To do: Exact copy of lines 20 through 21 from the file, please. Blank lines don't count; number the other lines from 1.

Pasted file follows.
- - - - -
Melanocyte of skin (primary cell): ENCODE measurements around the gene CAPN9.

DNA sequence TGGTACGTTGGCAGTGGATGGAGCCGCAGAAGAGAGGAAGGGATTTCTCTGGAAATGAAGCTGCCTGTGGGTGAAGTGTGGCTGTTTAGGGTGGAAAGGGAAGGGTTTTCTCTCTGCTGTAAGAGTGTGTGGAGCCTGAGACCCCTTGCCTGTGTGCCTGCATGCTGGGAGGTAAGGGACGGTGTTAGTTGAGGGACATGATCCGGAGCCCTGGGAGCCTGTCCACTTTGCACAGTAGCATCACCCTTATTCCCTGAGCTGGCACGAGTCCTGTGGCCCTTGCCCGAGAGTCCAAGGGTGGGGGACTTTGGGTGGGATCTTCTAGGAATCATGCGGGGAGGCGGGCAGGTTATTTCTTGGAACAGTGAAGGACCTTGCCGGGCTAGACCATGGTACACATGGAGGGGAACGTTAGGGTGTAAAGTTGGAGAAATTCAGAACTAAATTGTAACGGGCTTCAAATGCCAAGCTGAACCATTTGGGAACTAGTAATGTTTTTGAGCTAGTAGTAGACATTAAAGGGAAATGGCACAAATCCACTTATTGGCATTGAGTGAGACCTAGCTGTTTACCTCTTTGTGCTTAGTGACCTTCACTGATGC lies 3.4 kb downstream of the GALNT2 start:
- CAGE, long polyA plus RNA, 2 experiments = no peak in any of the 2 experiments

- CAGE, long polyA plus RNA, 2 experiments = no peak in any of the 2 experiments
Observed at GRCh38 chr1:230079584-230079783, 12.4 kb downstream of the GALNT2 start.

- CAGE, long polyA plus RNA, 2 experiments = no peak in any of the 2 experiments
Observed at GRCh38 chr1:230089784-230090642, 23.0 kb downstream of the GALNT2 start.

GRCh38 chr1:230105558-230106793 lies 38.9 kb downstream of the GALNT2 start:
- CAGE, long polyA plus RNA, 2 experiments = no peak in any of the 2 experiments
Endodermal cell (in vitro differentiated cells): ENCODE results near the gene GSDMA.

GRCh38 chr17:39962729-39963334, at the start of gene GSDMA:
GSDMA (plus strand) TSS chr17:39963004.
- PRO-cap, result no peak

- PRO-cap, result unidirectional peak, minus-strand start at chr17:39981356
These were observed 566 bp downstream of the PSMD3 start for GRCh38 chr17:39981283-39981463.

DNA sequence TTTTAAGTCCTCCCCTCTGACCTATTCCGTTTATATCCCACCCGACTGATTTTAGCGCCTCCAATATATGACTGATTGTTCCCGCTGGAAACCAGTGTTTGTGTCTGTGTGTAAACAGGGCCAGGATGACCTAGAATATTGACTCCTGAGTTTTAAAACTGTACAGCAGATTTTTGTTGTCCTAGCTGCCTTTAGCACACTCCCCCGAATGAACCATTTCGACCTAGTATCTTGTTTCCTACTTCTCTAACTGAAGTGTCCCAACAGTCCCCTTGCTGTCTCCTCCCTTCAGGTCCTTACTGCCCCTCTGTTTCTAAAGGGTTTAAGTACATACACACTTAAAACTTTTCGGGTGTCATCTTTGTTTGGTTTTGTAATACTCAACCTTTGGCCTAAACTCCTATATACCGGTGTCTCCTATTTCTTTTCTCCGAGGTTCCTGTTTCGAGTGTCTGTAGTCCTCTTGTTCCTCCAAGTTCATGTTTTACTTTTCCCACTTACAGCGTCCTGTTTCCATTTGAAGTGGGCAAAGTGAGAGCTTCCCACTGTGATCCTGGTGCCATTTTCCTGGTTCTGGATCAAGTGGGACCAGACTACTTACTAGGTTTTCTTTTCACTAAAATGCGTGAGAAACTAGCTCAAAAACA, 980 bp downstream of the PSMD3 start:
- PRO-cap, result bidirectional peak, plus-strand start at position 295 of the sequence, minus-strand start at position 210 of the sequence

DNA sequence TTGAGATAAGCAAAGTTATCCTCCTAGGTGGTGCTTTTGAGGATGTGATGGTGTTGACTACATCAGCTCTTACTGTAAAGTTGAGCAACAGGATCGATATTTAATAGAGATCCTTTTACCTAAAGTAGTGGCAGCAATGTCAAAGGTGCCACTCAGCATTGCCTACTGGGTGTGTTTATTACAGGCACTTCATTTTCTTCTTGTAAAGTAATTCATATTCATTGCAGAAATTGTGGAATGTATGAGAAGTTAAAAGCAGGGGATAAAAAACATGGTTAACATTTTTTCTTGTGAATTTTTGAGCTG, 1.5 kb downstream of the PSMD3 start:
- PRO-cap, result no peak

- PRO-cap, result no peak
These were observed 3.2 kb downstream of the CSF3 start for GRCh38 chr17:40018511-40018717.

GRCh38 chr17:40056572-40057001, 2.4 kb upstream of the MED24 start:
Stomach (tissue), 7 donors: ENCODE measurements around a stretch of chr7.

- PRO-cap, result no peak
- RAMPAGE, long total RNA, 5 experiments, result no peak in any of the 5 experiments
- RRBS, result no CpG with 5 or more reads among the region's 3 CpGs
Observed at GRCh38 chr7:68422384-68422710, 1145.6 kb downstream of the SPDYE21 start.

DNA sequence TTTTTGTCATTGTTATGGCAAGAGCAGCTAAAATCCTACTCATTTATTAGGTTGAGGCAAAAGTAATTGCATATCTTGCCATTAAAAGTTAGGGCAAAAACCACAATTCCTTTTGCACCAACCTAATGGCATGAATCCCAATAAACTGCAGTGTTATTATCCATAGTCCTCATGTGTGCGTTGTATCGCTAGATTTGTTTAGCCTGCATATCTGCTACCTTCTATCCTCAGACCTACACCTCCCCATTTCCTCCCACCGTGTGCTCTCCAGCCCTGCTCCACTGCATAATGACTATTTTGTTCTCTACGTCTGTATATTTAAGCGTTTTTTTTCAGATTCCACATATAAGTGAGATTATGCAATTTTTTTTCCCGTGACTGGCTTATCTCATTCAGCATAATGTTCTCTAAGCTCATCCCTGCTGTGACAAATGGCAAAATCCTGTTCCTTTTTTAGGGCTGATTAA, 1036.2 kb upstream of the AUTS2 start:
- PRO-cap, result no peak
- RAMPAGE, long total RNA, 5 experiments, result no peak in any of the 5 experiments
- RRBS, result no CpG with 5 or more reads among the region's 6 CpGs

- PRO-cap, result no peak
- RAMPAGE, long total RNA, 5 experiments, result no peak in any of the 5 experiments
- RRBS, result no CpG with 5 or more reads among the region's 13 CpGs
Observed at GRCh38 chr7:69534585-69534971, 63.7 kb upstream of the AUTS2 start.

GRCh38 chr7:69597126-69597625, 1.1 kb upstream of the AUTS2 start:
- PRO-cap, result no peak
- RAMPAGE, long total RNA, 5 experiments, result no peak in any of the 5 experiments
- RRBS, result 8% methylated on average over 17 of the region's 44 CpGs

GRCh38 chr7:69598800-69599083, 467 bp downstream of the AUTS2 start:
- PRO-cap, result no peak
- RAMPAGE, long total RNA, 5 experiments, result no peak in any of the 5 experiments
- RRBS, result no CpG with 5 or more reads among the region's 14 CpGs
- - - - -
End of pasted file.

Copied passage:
- PRO-cap, result no peak
These were observed 3.2 kb downstream of the CSF3 start for GRCh38 chr17:40018511-40018717.